After seeing so many horror stories on how tipping is perceived on both sides of the argument, I'm starting to understand the complexity behind the issues. On the one hand, lower-rung workers working in industries as harsh as food service deserve a little extra compensation for putting in the effort for typically low pay. On the other hand, filling in the gap in fair wages could be more easily filled by the businesses themselves rather than putting the onus on the customer.
I can absolutely understand why there's a disparity within tipping culture, especially when food establishments try to be sneaky about tipping. In one instance, a customer thought that they couldn't choose a "No Tip" option when ordering at a kiosk. We break down what really happened, but the reality isn't much better.
This customer thought they couldn't choose to leave no tip at a restaurant. Here's what really happened.
Joostan on TikTok (@joostanah) shared the weird occurrence in a video on Oct. 18, 2023. At the time of recording, they were visiting a boba store called Bubble U.
They'd captured the very end of their transaction, most of which took place on a touch screen. While a touchscreen transaction may be friendly toward a customer's social battery, what happened next was apparently worth recording.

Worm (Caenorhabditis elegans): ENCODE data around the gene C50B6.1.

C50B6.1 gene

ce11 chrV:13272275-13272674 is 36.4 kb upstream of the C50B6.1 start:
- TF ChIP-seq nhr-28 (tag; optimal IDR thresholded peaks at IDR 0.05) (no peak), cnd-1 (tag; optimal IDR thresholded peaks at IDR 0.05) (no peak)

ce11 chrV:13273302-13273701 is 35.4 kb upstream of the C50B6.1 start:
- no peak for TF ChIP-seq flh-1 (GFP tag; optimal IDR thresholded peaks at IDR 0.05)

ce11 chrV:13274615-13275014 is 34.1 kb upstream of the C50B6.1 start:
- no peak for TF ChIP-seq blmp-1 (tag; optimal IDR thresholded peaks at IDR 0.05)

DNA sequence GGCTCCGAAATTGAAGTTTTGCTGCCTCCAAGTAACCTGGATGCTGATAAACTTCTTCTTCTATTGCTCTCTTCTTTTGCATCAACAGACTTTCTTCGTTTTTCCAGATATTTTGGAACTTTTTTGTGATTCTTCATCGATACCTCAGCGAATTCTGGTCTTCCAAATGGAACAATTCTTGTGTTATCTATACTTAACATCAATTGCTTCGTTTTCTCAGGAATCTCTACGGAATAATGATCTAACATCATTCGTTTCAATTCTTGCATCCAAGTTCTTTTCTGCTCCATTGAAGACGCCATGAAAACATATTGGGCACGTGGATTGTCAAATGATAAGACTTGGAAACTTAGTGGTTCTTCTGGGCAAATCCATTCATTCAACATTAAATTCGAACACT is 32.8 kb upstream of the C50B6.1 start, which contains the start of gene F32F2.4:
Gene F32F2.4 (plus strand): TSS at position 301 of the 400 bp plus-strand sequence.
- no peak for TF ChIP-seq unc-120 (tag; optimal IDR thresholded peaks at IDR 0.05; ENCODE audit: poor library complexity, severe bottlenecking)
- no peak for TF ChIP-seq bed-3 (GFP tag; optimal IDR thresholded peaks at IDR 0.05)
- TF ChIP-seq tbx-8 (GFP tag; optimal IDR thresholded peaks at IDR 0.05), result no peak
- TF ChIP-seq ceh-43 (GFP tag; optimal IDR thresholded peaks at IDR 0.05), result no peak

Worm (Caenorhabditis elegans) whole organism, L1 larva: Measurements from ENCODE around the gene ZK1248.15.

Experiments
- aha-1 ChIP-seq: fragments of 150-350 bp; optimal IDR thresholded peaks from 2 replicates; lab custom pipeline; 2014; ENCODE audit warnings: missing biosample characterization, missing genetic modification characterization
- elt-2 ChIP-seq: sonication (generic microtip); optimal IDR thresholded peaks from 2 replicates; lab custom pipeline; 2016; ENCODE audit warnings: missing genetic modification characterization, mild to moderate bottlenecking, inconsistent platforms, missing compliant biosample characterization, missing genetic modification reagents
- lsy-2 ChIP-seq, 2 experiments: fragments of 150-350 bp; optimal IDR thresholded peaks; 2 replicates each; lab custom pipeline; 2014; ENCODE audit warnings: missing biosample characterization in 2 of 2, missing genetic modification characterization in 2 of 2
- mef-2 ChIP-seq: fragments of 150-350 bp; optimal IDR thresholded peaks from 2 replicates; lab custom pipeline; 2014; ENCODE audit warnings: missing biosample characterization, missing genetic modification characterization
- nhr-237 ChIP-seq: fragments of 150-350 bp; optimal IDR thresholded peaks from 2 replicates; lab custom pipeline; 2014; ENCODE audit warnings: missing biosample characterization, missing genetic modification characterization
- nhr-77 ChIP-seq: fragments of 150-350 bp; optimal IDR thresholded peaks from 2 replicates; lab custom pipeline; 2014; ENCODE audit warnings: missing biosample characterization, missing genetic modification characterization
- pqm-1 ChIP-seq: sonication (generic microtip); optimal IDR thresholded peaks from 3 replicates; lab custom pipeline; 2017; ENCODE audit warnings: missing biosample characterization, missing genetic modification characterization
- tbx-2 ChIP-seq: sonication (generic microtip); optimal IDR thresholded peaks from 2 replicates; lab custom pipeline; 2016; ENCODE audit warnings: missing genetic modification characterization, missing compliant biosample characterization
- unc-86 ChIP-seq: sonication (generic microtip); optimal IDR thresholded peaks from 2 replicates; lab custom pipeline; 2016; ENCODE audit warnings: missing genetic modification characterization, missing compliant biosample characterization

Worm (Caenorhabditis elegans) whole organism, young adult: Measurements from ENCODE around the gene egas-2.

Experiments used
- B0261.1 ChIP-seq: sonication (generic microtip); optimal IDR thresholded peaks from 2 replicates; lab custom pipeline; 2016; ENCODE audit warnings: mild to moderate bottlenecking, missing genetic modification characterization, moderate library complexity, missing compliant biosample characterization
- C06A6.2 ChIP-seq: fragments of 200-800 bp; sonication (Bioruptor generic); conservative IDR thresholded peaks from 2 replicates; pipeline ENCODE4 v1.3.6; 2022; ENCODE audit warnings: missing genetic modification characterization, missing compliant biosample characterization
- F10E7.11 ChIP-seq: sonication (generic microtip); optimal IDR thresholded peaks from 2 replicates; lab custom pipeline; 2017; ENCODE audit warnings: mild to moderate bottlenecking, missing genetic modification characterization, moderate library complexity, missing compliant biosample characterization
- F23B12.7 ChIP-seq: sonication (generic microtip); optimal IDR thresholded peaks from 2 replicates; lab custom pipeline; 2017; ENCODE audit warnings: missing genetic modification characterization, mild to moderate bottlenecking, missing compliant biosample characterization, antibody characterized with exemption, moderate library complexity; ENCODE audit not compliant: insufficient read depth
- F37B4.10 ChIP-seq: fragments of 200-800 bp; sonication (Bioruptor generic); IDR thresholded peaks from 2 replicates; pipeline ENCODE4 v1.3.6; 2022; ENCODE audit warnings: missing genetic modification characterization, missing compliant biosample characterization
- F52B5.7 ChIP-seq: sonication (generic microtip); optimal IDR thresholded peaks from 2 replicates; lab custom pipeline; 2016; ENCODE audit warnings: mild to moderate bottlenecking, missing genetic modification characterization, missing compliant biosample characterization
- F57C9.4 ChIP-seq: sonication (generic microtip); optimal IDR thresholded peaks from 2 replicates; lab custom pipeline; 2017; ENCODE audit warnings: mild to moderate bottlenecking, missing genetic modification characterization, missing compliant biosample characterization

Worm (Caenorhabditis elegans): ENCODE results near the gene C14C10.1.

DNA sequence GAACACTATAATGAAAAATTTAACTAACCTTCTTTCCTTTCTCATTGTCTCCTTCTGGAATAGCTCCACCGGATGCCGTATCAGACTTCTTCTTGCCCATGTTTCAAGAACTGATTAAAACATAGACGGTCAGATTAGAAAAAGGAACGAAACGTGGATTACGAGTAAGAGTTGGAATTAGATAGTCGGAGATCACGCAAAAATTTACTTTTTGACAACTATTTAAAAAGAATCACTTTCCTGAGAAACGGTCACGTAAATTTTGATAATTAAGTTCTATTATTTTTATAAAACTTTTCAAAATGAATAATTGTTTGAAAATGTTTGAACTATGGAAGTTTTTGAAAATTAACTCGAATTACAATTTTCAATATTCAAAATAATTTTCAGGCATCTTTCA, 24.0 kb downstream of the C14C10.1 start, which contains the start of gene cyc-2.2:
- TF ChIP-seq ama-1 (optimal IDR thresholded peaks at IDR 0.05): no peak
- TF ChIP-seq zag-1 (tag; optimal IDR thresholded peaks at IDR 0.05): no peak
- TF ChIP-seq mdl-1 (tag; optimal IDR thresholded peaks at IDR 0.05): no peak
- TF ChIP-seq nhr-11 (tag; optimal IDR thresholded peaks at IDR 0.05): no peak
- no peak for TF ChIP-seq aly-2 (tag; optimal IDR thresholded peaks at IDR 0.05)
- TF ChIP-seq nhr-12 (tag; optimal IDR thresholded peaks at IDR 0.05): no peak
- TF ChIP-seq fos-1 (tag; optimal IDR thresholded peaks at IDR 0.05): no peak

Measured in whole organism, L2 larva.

When it came time for OP to leave a tip, they weren't explicitly given the option to leave no tip. They were prompted to leave anywhere between a 10 percent tip and a 25 percent tip, but if a customer didn't want to leave a tip, they weren't immediately able to.
We say "weren't immediately able to," because as it turns out, the option to leave no tip might have been there from the beginning. It was just exceptionally well-hidden.
As some eagle-eyed commenters pointed out, there was an option to leave a "Custom Tip" below the regular tip options. However, it was hidden under the Continue button. Presumably, OP could have used that button to not leave a tip, but as far as we could tell, it was rendered inaccessible due to UI error.
Interestingly enough, Bubble U left a statement in the comments section of the video.
The store wrote, "Thank you for bringing this to our attention and we're sorry about your experience. We checked our systems and found no problem selecting the $0 tip."
While the store itself confessed that the ability to leave a $0 tip was in place, it still doesn't explain why the button itself was hidden. It almost seems as if it's in place to discourage anyone from choosing to put down a custom tip.
Just as customers can come up with fiendish ways to avoid leaving a tip, it can be said that food workers are firing back with their own ways to encourage tipping off the bat. Whether or not you're a fan of this, however, is totally up to you.
For all intents and purposes, all food service workers should be paid fairly. But incidents like this have given plenty of folks pause on when and how they distribute tips when they're an option.